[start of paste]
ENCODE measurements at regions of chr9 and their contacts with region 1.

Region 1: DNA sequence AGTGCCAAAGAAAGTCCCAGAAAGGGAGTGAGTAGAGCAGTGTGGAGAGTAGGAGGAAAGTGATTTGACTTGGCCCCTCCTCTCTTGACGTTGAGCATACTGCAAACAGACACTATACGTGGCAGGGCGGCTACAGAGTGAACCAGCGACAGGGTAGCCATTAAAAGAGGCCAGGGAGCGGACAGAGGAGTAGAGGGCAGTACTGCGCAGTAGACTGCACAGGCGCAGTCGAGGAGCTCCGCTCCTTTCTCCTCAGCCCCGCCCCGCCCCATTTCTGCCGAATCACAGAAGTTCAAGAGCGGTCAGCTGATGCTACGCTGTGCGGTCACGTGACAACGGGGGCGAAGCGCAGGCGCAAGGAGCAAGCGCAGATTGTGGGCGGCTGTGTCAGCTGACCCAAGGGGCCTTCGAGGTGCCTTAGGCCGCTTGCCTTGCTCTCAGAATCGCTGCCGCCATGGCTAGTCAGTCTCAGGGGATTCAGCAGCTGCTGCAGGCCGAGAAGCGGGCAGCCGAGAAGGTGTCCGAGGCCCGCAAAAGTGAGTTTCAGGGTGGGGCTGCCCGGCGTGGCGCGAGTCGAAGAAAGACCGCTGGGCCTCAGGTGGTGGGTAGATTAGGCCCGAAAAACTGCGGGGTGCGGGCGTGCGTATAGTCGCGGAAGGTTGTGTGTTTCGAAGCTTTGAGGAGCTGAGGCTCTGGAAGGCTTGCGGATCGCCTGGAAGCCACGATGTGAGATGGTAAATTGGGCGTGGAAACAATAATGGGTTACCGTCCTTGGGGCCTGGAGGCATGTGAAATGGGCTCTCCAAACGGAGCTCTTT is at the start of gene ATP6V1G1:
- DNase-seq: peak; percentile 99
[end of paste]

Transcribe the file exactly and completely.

ENCODE measurements at regions of chr9 and their contacts with region 1.

Region 1: DNA sequence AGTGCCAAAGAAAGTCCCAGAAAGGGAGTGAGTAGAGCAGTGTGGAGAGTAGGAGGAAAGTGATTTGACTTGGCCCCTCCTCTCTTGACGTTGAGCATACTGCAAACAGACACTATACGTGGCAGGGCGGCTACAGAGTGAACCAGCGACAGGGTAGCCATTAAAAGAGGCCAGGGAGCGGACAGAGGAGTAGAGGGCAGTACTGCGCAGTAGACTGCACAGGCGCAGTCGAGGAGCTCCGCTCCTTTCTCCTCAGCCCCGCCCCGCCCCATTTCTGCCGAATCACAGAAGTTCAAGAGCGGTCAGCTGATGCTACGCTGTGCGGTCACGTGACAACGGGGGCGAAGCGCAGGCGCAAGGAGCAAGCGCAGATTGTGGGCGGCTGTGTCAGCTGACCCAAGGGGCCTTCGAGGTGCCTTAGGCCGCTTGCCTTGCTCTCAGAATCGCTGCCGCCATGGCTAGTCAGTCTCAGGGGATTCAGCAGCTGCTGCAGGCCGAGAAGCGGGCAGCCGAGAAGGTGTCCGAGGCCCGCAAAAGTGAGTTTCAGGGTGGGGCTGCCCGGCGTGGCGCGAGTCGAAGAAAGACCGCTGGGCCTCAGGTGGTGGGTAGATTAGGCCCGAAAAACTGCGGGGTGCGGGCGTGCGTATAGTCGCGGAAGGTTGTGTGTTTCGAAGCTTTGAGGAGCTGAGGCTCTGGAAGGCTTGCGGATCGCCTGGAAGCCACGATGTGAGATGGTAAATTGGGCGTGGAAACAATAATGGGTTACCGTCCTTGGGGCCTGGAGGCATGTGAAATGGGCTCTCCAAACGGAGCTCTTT is at the start of gene ATP6V1G1:
- DNase-seq: peak; percentile 99